And in Miami's Wynwood neighborhood, in Miami proper, a series of temporary white tents lined Northeast First Avenue and housed a series of fairs, some of them making their debuts this year. The roster of fairs presented in these clean-looking structures included Art Miami, Context, Red Dot, and The Miami Project, among others. The white tents slightly echoed the aesthetics, or at least the basic concept, of the 2012 London Olympics earlier this year, and the convenience and efficiency of ephemeral architecture. Even on a grand scale.
A CULTURAL AND COMMERCIAL SUCCESS
The impact of the fairs, in terms of reviving Miami and spurred by the presence of Art Basel Miami Beach and Design Miami, was recently noted in a December 8 report in the New York Times that illustrated how the Wynwood district has evolved from an isolated, gritty neighborhood into a hip one.
"I have been coming to Miami for art fairs since 2005," Walter Maciel, owner of Walter Maciel Gallery in Los Angeles, told me at his gallery's booth at The Miami Project. "Miami has definitely changed. There was a lot of development before the recent real estate crash, and then everyone thought this area, the Wynwood District, would be empty for a while. But now there is good food here, which is a sign. It's an up-and-coming neighborhood."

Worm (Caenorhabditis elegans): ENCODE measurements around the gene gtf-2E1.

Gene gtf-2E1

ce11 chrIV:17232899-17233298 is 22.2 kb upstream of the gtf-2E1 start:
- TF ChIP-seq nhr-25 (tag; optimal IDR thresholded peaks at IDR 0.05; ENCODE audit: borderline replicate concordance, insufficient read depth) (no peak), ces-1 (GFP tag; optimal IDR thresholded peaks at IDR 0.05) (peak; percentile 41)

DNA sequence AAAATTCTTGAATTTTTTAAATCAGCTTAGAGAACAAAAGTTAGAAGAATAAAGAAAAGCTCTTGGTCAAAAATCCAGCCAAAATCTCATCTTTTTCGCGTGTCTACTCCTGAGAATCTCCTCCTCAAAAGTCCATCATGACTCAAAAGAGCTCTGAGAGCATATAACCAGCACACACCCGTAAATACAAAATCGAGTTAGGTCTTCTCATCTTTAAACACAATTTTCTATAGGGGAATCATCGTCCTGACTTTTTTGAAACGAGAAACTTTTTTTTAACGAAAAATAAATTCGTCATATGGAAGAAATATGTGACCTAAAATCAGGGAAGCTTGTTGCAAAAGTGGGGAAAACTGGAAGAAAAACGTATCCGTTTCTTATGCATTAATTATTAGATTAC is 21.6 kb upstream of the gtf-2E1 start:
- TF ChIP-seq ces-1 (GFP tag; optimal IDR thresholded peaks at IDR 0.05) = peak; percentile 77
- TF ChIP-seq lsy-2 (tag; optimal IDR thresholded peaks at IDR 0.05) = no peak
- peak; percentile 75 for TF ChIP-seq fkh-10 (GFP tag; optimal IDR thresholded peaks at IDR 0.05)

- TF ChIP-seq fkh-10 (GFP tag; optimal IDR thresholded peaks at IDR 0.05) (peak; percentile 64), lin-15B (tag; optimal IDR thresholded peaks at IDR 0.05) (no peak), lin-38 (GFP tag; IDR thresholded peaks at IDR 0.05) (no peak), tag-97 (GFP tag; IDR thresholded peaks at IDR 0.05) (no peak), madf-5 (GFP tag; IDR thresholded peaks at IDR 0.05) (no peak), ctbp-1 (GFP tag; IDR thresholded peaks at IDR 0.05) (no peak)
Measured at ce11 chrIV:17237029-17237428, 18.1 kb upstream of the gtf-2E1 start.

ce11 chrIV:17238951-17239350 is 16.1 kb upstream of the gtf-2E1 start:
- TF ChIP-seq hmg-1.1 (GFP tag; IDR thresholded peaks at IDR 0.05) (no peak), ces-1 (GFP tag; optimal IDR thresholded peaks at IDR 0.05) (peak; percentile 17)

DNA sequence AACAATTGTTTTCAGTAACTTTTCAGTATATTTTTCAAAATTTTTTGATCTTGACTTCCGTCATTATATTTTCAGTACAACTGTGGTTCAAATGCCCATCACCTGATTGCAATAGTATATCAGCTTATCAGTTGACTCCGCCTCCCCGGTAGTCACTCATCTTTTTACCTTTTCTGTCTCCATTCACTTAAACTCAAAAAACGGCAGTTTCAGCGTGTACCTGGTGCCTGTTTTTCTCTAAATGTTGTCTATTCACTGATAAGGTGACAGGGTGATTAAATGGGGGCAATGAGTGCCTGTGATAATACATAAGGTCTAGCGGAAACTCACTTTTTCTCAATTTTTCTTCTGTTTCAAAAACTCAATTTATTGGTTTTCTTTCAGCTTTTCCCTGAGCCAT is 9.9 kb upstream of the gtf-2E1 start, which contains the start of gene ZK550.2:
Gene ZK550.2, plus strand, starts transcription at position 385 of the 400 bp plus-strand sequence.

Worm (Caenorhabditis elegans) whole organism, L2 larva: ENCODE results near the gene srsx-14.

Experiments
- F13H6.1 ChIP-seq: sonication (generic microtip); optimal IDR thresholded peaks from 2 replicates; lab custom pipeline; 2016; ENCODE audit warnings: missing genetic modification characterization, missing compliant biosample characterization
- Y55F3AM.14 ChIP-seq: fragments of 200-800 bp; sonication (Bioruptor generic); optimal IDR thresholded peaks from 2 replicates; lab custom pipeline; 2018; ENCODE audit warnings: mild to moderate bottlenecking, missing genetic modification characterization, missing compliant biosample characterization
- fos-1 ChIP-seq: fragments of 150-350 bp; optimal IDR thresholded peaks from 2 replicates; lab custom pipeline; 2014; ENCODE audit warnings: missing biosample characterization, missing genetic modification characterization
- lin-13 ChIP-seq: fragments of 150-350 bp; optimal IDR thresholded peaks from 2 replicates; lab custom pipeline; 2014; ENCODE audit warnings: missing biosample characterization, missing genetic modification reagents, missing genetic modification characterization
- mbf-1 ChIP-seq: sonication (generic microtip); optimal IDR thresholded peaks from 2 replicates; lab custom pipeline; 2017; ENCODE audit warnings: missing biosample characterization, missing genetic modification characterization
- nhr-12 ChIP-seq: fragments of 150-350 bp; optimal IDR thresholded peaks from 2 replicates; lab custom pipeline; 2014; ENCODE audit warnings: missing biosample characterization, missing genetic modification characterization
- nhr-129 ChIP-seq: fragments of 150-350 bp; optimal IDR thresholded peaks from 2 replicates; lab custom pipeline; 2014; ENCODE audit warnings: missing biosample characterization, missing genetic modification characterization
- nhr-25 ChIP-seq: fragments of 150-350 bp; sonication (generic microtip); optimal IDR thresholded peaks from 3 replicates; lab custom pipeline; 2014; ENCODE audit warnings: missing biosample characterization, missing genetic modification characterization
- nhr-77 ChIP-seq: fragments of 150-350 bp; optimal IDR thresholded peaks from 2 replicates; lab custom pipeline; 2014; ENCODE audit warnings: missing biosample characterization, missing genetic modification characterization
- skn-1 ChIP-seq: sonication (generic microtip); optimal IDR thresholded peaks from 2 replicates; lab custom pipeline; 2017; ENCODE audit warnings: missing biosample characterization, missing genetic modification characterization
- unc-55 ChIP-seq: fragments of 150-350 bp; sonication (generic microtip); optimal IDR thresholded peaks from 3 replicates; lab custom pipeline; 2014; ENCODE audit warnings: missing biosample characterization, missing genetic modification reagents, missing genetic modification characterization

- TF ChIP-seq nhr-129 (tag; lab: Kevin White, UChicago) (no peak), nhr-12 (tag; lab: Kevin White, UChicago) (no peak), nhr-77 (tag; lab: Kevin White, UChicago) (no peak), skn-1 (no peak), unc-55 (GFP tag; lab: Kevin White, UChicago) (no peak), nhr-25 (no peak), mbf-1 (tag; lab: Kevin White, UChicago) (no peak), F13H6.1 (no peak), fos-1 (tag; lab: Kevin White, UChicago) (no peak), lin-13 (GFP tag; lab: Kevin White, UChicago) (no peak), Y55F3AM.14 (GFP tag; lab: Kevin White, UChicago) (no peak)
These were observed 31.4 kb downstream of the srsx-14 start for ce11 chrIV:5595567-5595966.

And just what was the impact of this year's high-art, high-design fairs? Design Miami drew 31,000 attendees, including musicians Kanye West and Pharrell Williams (pictured above) and domestic guru and publisher Martha Stewart. (And for the record, I saw fashion designer Donna Karan wandering the aisles.)
The attendance for the much-larger Art Basel Miami Beach reached 70,000 over five days (including glamorous celebrities; I spotted Padma Lakshmi, host of the Bravo cooking competition Top Chef, for instance, making her way through the booths). The presence of bold-faced names at both shows emphasizes the pop-cultural significance of the fairs and their reach beyond the rarified art and design worlds.
At Design Miami, some galleries saw sales that parallel those of top contemporary art pieces at Art Basel Miami Beach. A wooden lamp designed in 1970 by U.S. designer Wendell Castle, for instance, sold for $450,000 at the booth for R 20th Century, and a 1950s sofa set by Le Corbusier sold for $115,000 to a Swiss collector at the stand for Galerie Patrick Seguin, as reported by The Art Newspaper. For anyone who missed the show, works on view at Design Miami will be documented on the commercial website Art.sy, which usually shows contemporary art. This year, the start-up struck a partnership with the design fair.